Figel: Need to educate our youth to compete in tomorrow’s economy
On May 28, GMF hosted Jan Figel, the European Commissioner for Education, Training, Culture, and Youth, for a discussion of the challenges and opportunities facing Europe as it works to educate its youth for a changing economic landscape. He was joined by Dr. Allan Goodman, president of the Institute for International Education, who offered a perspective on the future of American higher education.
After an introduction by Marc Leland, co-chair of GMF's Board of Trustees, Mr. Figel began by outlining the European Union's maturation from community of steel and coal interests to a community of people, one which has identified education and training as essential to its future health. While emphasizing that the ultimate responsibility and authority for these areas remain in the hands of nation states, Mr. Figel explained the ways in which the EU is supporting reform efforts. Two specific efforts that he highlighted were the Bologna process and the European Institute of Innovation and Technology (EIT). The former is an effort of the EU to harmonize the continent's higher education system, while allowing individual institutions and national systems to remain autonomous. Noting that learning from one another's effective instruments and practices is "both wise and cheap," Mr. Figel called for more reforms focused on harmonizing levels of education and qualifications across the EU. Along those same lines, he sees the EIT as a space for information sharing, where the "knowledge triangle" - education, innovation and research - are integrated under a light central structure and implemented by a network of "Knowledge and Innovation Communities" (KICs). By focusing on collaboration and drawing on the resources and interests of those involved in education, research, and business, Mr. Figel argues that the Bologna process and the EIT, as well as other efforts by the EU, are improving Europe's overall competitiveness and wellbeing.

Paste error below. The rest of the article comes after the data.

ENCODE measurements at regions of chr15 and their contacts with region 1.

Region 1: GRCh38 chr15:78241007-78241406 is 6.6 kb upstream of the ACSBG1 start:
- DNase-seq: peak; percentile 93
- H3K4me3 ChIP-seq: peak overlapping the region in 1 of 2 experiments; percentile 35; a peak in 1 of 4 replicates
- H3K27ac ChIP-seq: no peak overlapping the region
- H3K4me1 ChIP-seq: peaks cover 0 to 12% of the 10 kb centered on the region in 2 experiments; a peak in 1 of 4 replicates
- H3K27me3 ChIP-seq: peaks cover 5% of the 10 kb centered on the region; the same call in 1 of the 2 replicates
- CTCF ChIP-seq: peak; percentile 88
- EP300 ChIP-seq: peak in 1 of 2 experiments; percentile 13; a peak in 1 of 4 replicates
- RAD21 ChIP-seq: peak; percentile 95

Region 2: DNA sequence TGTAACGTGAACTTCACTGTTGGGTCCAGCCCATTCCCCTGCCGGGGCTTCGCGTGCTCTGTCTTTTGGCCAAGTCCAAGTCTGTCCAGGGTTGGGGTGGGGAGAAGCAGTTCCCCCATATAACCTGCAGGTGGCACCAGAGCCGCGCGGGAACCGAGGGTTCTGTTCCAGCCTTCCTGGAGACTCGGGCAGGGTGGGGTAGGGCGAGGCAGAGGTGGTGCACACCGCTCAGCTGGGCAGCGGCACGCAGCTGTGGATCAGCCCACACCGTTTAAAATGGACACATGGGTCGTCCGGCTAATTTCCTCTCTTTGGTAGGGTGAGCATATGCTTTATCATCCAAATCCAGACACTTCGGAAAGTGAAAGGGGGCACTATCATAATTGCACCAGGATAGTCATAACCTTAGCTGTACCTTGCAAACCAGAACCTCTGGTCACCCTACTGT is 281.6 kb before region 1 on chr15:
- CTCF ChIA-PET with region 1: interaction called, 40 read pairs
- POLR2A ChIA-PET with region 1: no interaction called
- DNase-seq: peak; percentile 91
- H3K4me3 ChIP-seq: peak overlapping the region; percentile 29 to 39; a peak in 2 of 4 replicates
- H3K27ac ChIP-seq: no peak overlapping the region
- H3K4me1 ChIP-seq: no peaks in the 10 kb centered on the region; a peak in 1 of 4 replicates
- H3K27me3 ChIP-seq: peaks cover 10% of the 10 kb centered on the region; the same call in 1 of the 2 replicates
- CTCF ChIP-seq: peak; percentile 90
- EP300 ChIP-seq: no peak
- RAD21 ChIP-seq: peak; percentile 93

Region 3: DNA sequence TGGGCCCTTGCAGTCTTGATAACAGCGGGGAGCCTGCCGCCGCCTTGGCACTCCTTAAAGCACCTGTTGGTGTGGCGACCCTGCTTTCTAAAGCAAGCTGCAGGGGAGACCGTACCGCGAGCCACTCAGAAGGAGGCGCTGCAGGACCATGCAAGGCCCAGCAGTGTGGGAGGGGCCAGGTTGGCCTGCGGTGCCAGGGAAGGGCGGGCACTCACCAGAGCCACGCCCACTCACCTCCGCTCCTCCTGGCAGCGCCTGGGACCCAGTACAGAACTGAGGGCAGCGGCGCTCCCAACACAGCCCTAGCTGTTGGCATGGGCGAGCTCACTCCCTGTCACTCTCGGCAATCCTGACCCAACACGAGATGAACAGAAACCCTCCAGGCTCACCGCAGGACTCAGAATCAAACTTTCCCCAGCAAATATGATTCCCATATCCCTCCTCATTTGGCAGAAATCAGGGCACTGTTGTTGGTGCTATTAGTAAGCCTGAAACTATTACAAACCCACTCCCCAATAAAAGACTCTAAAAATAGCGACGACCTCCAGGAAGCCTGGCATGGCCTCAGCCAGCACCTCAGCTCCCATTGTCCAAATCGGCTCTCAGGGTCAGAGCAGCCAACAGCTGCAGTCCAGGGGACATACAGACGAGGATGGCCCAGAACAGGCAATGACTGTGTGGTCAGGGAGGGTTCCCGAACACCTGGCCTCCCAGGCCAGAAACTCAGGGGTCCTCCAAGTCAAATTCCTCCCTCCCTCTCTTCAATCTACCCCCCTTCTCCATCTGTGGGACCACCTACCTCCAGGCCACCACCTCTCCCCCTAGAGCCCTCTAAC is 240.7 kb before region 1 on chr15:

Dr. Goodman responded by speaking to the challenges that the United States faces today and calling for its institutions of higher education to increase the emphasis on international study. Specifically, Dr. Goodman addressed the increased international competition in higher education for the past 10 years; the difficulty of integrating American university standards with those of other nations (for example, the Bologna process is moving many European institutions to offer a three year Bachelors degree as opposed to the American model of a four year degree); changing regulations for visas and international mobility post-9/11, which have made the international exchange of students and scholars more difficult; and the curricular content of most American universities, which does not emphasize international study and leaves American workers ill-prepared for working in the global economy.
In a question and answer period with the audience made up of both European and American representatives from the education, business, non-profit, and media sectors, a consensus seemed to emerge that more and better collaboration between and among individuals, institutions and nations in the education field is essential for the citizens of both societies to remain competitive in the changing global economy.